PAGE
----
# PV NPV

PV ( Present Value)

Present Value **PV**: Assuming that $1,000 tomorrow will have more value to you than $1000 in 5 years we need to find a way to compute what the actual value of $1,000 in 5 years is to us now. The formula is

PV = FV ( Future Value ) / ( 1 + Interest ) ^ n

To make the calculation simple let’s test the value in 3 years with a 4% interest

PV = $1000 / ( 1 + 0.04 ) ^ 3 = $1000 / 1.04 ^3 = $1000 / 1.12 = $892

We can calculate the PV of 1000 a year from now, add to the PV of $1000 two years from now and add it up to the value of $1000 three years from now – A more elegant formula is PV=β FV / (1+r)^t for t=1 to n

Example we have to choose between $1000 now and $200 a year for 6 years starting now:

Option 1 Today | $ 1,000 | ||||||

Year | 0 | 1 | 2 | 3 | 4 | 5 | 6 |

Option 2 Cash Flow | $ 200 | $ 200 | $ 200 | $ 200 | $ 200 | $ 200 | |

Discount Rate | 12.0% | ||||||

Discounted Cash Flow | $ 200 | $ 179 | $ 159 | $ 142 | $ 127 | $ 113 | |

PV | $ 921 |

# ( Net Present Value )

The **net present value** is simply the present value of all future cash flows, discounted back to the present time at the appropriate discount rate, deducting the cost to acquire those cash flows. In other words, **NPV **is simply **the value now minus the cost now**.

Net present value (NPV) is determined by calculating the costs (negative cash flows) and benefits (positive cash flows) for each period of an investment, discounted back to the present time at the appropriate discount rate. The NPV is the sum of all the discounted future cash flows.

The NPV function in which the first payment is made at the **end** of the first period. Therefore, this value is included as the first value1 argument to the NPV function.

*NPV= β **{** Cash Flow / (1+**r**)^**t**}** *

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*The NPV function in which the first payment is made at the start of the first period.*

*NPV= β **{** Cash Flow / (1+**r**)^**t**}** – Initial Investment*

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πππ = ππ (π΅ππππππ‘π ) β ππ(πΆππ π‘π )

πππ = ππ(π΄ππ πππππππ‘ πππ β ππππ€π )

There are 3 categories NPV will fall into:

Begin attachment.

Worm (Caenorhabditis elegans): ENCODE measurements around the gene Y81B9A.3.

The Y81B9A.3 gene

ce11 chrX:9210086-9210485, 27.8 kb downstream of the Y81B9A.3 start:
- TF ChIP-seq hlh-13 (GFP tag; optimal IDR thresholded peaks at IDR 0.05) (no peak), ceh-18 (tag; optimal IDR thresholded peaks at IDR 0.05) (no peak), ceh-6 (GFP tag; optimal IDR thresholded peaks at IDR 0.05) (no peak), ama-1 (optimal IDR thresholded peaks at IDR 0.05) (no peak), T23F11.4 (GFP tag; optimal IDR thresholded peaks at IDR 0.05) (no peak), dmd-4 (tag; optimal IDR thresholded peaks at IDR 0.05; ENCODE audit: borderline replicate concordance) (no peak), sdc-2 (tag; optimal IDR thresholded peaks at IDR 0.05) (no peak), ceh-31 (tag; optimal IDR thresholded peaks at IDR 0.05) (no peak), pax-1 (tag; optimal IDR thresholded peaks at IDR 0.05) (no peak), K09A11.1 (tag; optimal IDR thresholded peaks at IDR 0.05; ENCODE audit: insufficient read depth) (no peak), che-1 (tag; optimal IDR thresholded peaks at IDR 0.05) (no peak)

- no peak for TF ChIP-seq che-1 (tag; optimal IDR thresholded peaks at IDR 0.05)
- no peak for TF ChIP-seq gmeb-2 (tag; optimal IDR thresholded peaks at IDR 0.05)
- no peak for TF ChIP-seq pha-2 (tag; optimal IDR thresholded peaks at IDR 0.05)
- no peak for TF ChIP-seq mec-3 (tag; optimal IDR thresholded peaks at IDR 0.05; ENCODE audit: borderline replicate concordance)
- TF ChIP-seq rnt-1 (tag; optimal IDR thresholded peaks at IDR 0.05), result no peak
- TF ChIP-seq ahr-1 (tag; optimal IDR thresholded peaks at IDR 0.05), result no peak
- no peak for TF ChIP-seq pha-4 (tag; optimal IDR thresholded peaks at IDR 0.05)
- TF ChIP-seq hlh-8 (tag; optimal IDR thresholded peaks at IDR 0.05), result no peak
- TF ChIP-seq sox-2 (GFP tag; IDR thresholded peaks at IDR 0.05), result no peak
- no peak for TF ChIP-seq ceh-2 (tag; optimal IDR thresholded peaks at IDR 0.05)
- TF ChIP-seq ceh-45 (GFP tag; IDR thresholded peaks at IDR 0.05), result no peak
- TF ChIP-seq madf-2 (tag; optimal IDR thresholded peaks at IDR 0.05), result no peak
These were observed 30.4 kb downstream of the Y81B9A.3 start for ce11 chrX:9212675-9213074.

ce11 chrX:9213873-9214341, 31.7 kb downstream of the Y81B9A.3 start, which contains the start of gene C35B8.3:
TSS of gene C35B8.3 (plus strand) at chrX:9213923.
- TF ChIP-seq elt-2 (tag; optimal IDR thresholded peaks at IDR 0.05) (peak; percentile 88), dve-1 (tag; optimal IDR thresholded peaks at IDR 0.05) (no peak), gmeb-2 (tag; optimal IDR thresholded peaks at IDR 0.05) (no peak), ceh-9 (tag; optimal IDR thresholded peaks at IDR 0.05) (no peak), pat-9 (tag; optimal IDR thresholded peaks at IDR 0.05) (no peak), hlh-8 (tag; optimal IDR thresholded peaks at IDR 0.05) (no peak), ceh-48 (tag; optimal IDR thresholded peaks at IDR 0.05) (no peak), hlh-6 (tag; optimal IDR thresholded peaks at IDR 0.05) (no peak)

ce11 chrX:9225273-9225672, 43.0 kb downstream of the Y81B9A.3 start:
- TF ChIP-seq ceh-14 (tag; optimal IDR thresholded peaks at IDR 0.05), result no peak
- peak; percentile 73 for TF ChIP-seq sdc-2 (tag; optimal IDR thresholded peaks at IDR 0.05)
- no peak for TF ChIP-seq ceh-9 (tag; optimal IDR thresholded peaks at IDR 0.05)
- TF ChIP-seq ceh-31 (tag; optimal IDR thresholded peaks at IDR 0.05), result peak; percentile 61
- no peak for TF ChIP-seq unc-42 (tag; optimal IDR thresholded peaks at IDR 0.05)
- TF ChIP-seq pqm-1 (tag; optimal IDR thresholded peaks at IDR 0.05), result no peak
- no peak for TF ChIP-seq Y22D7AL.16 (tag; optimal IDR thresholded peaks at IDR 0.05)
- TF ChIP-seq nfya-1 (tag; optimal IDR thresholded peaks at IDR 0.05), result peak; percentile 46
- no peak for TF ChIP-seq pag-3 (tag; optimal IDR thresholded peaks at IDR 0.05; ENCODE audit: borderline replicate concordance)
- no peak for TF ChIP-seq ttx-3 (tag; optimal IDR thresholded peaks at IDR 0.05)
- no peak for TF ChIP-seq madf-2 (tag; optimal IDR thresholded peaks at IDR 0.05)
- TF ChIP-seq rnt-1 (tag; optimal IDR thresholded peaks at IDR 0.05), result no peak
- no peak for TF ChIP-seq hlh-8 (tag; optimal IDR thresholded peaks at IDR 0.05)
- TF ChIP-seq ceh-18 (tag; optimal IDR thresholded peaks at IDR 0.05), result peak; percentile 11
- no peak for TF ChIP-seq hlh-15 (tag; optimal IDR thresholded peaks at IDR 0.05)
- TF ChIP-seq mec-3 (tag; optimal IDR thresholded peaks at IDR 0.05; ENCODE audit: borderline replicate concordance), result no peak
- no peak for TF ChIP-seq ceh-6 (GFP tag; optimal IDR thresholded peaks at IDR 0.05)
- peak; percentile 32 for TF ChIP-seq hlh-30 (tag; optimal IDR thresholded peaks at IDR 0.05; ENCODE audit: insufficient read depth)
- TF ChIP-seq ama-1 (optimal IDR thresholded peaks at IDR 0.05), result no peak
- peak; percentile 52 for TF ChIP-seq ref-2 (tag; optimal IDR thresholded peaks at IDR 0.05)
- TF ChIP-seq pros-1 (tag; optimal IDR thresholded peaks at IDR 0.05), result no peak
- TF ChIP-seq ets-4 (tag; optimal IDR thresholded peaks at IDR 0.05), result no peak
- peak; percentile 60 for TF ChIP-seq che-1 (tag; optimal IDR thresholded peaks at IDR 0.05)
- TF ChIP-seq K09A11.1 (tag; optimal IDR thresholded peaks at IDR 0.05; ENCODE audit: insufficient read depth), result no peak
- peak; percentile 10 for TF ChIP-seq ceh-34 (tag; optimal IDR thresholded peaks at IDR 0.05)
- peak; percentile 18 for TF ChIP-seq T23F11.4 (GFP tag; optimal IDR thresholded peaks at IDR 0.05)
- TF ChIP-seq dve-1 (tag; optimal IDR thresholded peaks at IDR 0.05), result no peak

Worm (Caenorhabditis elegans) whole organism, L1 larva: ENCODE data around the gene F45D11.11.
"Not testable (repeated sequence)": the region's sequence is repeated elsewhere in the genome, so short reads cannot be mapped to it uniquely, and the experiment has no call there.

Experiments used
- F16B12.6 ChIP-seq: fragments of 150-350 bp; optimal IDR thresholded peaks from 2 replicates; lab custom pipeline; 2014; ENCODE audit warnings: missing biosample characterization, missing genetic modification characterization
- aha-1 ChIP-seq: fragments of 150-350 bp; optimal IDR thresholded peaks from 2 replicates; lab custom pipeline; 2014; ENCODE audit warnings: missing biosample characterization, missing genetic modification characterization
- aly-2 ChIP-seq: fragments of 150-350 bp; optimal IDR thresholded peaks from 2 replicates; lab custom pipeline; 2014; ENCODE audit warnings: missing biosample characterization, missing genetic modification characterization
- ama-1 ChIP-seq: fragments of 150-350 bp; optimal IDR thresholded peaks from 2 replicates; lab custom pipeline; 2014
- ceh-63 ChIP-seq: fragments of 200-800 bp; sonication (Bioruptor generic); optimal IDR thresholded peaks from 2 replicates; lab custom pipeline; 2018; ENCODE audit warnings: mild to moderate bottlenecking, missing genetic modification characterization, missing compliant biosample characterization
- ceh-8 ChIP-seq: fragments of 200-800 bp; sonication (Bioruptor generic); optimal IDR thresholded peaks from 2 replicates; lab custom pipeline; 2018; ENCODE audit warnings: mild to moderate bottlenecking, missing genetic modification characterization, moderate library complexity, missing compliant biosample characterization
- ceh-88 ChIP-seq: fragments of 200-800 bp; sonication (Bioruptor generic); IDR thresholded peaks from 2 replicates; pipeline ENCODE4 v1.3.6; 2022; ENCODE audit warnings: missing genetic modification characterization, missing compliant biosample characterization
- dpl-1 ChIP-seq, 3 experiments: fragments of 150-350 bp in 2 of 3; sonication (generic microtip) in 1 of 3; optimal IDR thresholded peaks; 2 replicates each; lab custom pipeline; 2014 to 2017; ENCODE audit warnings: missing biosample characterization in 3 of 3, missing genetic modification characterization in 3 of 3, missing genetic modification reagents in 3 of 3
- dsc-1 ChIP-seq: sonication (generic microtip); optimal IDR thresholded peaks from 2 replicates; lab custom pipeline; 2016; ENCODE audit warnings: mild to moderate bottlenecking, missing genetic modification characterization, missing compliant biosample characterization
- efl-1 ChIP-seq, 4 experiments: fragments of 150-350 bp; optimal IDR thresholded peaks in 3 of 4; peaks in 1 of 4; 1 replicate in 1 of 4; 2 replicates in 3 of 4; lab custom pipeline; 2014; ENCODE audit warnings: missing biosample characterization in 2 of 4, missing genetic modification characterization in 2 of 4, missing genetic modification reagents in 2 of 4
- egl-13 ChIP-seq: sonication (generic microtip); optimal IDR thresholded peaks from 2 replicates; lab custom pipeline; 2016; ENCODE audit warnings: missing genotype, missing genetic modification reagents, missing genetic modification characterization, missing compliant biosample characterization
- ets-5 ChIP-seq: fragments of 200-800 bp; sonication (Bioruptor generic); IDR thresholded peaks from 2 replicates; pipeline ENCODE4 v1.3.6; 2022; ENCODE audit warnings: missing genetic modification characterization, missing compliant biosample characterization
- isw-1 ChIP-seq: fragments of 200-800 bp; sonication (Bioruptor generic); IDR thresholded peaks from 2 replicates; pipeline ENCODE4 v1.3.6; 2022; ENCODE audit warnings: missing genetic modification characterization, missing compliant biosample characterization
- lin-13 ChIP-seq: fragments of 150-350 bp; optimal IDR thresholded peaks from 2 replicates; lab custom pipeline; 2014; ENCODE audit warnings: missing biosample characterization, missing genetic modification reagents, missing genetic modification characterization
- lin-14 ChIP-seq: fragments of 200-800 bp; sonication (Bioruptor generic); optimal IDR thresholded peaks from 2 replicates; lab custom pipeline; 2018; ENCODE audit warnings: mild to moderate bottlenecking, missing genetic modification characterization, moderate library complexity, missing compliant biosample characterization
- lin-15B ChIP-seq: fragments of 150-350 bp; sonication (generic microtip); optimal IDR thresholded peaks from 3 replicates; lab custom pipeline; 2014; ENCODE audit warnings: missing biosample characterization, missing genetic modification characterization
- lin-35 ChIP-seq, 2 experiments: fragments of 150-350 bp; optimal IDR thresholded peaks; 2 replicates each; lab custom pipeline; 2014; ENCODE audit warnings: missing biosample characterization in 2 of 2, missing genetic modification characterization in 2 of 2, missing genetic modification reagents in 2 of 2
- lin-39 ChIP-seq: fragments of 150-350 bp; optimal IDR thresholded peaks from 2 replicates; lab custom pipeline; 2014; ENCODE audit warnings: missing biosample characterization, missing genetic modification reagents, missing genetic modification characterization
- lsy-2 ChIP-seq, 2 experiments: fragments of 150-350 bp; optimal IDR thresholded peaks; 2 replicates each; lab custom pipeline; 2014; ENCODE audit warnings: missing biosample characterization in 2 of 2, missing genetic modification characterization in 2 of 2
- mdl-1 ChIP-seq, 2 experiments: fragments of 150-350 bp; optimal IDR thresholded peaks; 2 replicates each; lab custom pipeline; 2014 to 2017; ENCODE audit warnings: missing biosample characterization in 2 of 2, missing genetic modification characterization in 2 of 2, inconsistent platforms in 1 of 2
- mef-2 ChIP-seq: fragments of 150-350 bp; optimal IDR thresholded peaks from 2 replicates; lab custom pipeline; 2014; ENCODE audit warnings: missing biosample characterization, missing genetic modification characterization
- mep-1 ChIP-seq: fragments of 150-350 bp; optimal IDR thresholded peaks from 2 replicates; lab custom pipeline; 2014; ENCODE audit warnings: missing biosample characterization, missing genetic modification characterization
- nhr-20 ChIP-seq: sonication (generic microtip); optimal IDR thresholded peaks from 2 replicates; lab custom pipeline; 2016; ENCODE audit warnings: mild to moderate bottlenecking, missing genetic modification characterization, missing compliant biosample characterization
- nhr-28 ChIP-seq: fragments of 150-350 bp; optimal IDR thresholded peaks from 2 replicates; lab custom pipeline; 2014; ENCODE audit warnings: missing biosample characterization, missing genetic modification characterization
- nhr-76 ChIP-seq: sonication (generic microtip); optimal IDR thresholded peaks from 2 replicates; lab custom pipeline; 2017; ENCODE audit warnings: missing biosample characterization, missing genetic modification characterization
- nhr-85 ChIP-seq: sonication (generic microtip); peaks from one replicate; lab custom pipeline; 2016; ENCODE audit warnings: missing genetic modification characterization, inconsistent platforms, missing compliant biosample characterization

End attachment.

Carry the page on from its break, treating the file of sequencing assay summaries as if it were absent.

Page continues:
Positive NPV. If NPV is **positive** then it means youβre paying less than what the asset is worth and signifies a project that has net positive benefits after accounting for the time value of money

Negative NPV. If NPV is **negative** then it means that youβre paying more than what the asset is worth and indicates the project will result in a loss for the investor

Zero NPV. If NPV is **zero** then it means youβre paying exactly what the asset is worth at that assumed rate of return.

We are proposed to invest $1000 and receive $500 for 3 years. The Discounted Rate is 5% – Is this a good deal ?

Example Below After the 1^{st} year we calculate the discounted cash flow

Year | Cash Flow | Disc Cash flow | Rate | 5% |

0 | $ (1,000) | $ (1,000) | ||

1 | $ 500 | $ 476 | =E5/(1+5%)^D5 | |

2 | $ 500 | $ 454 | =E6/(1+5%)^D6 | |

3 | $ 500 | $ 432 | ||

NPV | Sum=$500 | $ 362 | ||

# Payback Time

A project requires an initial investment of $3,000 upfront. It will produce an annual income of $500 every year for 6 years. What is this projectβs payback period without considering discounting?

Year 1 = $500 Total = $500

Year 2 = $500 Total = $1000

Year 3 = $500 Total = $1500

Year 4 = $500 Total = $2000 Payback Period is 2 years

A project requires an initial investment of $2,000 upfront. It will produce an annual income of $1,000 every year for 3 years. Assume a discount rate of 10%. What is the above projectβs discounted payback period?

Discounted year 1 CF = 1000/1.1=909

Discounted year 2 CF = 1000/1.1^2=826

Discounted year 3 CF = 1000/1.1^3=751

2000 – 909 – 826 = 264

264/ 751 = 0.352

2+0.352=$2.352

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